“Prepare for a creative wordsmithing adventure.”
Max’s brothers think he’s boring for staying in with his letter blocks when they’re planning to go out and play. But when they see Max use the letter blocks and imagination to do some impressive world building, they decide to join in the fun, and together they build castles, encounter pirates, and escape dungeons. As she did in Max’s Words, Banks will thrill readers with Max’s knack for wordsmithing; however, this time, it is not with Max’s ability to string words together into captivating stories, but instead to command a tale with letter blocks: “There are no weapons in my kingdom . . . I will turn your SWORD into WORDS.” Kulikov’s depiction of many illustrations out of letter blocks that also spell the word is a creative touch that allows Max to “twist” letter blocks to turn, for example, “battle” into “babble.” While the cleverness of the wordsmithing will only be appreciated by readers who can spell, kids of all ages will recognize letter blocks and enjoy seeing a traditional toy at the center of the story. It’s a praiseworthy detail that when Max’s brothers decide to join him, they follow Max’s lead and play with him, rather than dominating the play as older siblings. Kulikov’s distinct illustration style, influenced by his background in set and costume design, veers from the romanticized portrayals of adventure in much of children’s literature and gives Max’s story a theatrical feel. Characters are placed like actors on stage, and illustrations are laid out on the page as an audience would view a play.
When Max finds a pile of forgotten toys under the bed, his brothers Benjamin and Karl wonder what’s so special about some old blocks. So Max shows them. With some clever twists of both blocks and imagination, he constructs not only a castle but an entire adventure, complete with pirates and knights, a dark dungeon and a dragon. This ingenious sequel to Max’s Words and Max’s Dragons shows readers just how much fun wordplay can be.
Max’s Castle is clever and enjoyable to read. Much of the brilliance will be missed by children, but this is a book that can grow with a child throughout the years as they discover more of the puzzles hidden within the pages.
Max’s Castle is a really clever book and sure to fascinate any early reader. The book brilliantly explores words by mixing around or swapping the letters in one word to create an amalgamation of similar words and anagrams. Early readers are sure to enjoy, for example, that by simply adding an “l” block to the word “adder,” Max and his three brothers smartly create a ladder to escape from the dangerous adder in the dungeon of the castle. Kate Banks and Boris Kulikov have some fun with the illustrations and anagrams surprising us with threatening pirates in one page before turning “pirates” into harmless “rat pies” in the next page. This book is sure to delight readers with its wit and imaginative exploration of letters.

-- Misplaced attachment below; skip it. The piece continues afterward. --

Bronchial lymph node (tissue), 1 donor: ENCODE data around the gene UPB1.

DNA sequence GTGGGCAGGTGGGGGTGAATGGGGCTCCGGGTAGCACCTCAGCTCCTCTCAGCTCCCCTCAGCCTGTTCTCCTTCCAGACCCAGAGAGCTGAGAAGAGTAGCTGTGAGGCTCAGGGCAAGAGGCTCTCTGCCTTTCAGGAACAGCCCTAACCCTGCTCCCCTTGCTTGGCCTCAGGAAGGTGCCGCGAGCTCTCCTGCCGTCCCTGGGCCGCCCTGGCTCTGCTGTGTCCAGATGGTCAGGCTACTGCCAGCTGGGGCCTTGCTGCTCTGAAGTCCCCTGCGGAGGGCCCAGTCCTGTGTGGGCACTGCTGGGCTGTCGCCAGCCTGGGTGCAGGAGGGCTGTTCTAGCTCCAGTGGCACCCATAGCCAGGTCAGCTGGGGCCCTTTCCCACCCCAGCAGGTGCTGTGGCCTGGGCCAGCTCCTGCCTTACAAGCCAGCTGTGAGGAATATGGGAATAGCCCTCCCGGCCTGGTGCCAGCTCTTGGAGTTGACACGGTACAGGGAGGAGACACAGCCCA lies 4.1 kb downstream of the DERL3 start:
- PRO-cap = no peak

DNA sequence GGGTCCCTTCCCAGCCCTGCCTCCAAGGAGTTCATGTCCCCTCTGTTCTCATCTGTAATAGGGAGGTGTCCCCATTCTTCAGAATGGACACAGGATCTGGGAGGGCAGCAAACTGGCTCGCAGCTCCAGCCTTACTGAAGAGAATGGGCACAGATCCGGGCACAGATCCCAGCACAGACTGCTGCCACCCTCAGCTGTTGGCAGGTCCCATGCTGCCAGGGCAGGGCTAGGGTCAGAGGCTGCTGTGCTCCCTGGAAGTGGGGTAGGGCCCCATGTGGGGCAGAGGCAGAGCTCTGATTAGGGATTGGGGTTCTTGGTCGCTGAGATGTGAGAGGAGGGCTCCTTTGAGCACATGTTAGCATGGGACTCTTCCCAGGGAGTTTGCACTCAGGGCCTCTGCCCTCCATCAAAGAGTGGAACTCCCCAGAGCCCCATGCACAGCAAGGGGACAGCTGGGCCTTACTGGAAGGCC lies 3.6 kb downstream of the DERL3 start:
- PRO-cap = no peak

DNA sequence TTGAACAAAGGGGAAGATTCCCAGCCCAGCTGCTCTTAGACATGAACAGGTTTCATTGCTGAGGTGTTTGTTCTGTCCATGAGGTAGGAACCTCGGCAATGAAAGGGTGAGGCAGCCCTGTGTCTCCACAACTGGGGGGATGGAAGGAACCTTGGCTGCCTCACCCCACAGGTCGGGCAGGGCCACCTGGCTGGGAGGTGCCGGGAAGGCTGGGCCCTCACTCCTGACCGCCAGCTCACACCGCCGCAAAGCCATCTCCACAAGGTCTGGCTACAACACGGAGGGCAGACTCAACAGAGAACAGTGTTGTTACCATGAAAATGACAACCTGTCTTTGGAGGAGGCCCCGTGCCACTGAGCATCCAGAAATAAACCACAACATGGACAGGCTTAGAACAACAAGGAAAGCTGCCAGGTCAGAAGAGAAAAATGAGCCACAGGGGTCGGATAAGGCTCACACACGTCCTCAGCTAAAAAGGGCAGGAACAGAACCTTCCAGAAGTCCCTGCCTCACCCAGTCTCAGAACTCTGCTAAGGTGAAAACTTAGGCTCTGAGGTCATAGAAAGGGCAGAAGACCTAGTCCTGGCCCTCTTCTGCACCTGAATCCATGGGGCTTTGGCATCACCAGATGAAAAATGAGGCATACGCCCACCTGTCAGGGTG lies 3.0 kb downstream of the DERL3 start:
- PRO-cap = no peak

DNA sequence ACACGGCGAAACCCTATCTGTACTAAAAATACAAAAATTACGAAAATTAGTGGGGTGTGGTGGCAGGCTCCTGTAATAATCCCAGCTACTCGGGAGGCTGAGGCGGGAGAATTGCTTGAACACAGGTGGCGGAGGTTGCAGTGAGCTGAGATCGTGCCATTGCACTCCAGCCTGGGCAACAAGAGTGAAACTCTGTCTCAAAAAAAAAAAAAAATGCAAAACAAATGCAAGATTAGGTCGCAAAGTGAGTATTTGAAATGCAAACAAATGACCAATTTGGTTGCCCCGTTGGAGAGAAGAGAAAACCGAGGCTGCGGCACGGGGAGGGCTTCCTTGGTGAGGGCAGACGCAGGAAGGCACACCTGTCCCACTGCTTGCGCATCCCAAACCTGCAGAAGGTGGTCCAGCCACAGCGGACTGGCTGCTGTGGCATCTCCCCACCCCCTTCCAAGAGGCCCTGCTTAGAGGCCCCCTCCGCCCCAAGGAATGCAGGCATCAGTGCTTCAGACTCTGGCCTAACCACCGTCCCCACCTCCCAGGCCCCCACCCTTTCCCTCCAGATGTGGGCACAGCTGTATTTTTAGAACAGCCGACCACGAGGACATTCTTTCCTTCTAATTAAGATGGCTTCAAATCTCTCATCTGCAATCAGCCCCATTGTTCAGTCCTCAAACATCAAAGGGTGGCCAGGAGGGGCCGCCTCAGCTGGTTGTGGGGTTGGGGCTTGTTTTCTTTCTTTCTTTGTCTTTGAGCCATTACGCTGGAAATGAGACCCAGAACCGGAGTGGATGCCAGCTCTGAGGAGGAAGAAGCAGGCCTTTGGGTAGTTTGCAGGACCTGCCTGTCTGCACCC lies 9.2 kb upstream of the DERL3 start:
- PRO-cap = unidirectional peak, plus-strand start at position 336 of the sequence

When I am asked what I do for a job, I am often tempted to say that I don’t work. That’s because I am lucky enough to do something I love for a living. For me my writing has been a place where head meets heart and that is the place I wish to take my readers—whether it be an outer journey or an inner journey. Because that’s the place of realization where anything is possible. When I’m not writing or practicing therapy, I love playing the piano, doing pottery, puttering around outdoors, and cooking. I especially like making birthday cakes, but I hate cleaning up. And I love being with children. I love watching them and listening to them as much as I love writing for them. I am a huge fan of the Boston Red sox, the brain and what it can do, and imagination—all of which have limitless potential and can accomplish the seemingly impossible.
Boris was born in Russia, and graduated from The Institute of Theater, Music and Cinema in St. Petersburg. He emigrated to the United States in 1997 and his career there began as an illustrator for the New York Times Book Review. Boris currently lives in Brooklyn, NY with his wife Yelena Romanova, who is an author and two sons Max and Andre.
We love how delightfully clever Max’s Castle is. What was your favorite part of creating the illustrations for this book?
Boris: Max’s Castle turned to be a very tough project for me. When I read the first variant of Kate Banks’ story I felt I loved the story, but I did not know how to illustrate it. To me it looked like a great idea for animation, but not for book illustrations. I addressed my concerns to Frances Foster and three of us started to look for the right idea of how to fix the problem. It took quite long, but the solution, as it often happens, was very simple. The fact that I was responsible not only for the illustration, but also for the whole concept of the book was a great experience. I was very thankful to Kate for being opened to my concerns and suggestions.
There’s a lot of word-play in Max’s Castle that’s communicated through illustrations as well as through the text itself. Did this present any unique challenges?
Boris: Each time it is a unique challenge for me to work on Kate’s stories and this is what I like. I like when an author makes me think and invent new ways to illustrate. I would say in Max’s Castle the three brothers building words out of alphabet blocks and the story out of the words was exactly the same as the three of us, Kate Banks, Frances Foster and I, were building the book.